My Days and My Ways
The regular receipt of the Herald every month was a great educator to me, in conjunction with the daily reading of the Scriptures. My mind opened on a great variety of subjects, and I felt much drawn to the editor of the magazine. Letters from indebted readers used to appear in it pages; and I at last ventured to address him myself. In the Autumn of 1856 I wrote the following letter, which appeared in the Herald for 1857, page 43.
It now strikes me as being an inflated and raw production of the sort that usually comes from impetuous youth when permitted to air itself – interesting only as the premonition of a laborious and painful day. There was no one to control or check me, otherwise the letter would not have been written, or, being written, would never have gone across the Atlantic:
MY DEAR BROTHER, -- Although personally unknown to you, I have, nevertheless, in virtue of a unity and identity of “hope”, presumed thus far upon your forbearance. It has long been my intention to write you, but hitherto I have been deterred by various considerations. At last, however, I have got the pen in my hand, which I am resolutely determined not to relinquish till I shall have transferred my ideas (such as they are) to paper. My object in writing is more to encourage you in the struggle in which you are engaged, than to perplex (?) you with pointless questions and imaginary difficulties.
Allow me to remark then that to my mind you seem to be carrying forward the “good fight” to a successful termination, for I conceive that the capture of the “good and honest-hearted” (of which I painfully testify there are but few) by the truth, is the very highest point of success to which we could aspire. This, then, you are certainly accomplishing. True, in relation to the mass, the progress of the truth is slow and uncertain. While the state superstitions, and the most extravagant absurdities of the multifarious “sects and denominations” meet with respect, and command attention, “the truth”, even with the most “learned” and “intellectual” among them, meets with the bitterest opposition, and its adherents they treat with the most profound contempt. In fact, their “divines”, “philosophers, “fathers”, etc., do not deem it worthy of investigation. They summarily discard it as altogether unworthy even of notice, while they will gravely discuss such monstrous absurdities as Romanism, Campbellism, Mormonism, etc!!! But with the other class it is the reverse. When the “word of the kingdom” (Matt.) is sown in “good ground” it springs up and bears fruit, some an hundredfold, etc., a synonymous expression with the belief of the truth.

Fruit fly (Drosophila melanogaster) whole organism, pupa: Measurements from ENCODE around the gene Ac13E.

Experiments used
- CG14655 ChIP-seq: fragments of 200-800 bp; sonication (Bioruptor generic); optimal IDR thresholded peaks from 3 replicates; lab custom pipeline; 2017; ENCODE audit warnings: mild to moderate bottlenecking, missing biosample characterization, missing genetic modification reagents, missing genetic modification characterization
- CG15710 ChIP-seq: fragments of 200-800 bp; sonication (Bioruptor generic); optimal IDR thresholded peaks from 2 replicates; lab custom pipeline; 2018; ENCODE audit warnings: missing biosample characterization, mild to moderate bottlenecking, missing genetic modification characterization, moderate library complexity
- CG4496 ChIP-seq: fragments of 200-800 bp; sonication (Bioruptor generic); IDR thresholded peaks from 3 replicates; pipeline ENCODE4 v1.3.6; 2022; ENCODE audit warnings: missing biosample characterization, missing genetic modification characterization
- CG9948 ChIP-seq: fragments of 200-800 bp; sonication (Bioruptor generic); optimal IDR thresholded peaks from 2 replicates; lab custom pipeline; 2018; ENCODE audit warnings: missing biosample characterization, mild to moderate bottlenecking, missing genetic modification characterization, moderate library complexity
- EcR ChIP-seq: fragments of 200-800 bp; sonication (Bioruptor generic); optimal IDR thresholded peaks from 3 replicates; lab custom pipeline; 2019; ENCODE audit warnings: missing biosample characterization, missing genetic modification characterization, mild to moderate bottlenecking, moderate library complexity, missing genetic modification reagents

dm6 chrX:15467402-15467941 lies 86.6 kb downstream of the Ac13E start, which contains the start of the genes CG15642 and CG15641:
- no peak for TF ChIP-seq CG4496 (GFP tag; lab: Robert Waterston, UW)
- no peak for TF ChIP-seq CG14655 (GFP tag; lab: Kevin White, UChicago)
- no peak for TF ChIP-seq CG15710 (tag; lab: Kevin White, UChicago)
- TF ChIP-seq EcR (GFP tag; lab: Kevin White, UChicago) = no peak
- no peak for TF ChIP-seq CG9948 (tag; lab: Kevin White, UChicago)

Therefore, my dear brother, although it may appear anomalous that a young, inexperienced youth such as I, should be encouraging a hardy veteran; still, I cannot but speak from the fullness of my heart, and encourage you to persevere. What, if by your faithful advocacy of the truth, you entail upon yourself the contempt and abuse of all Christendom! That’s nothing but what Paul experienced from the “philosophers” too! And it is nothing but what all must and do experience, who “contend earnestly for the faith once delivered in the saints.” But, after all, these considerations would afford little consolation, were it not for the “gracious promises.” “Be thou faithful unto death, and I will give thee a crown of life.”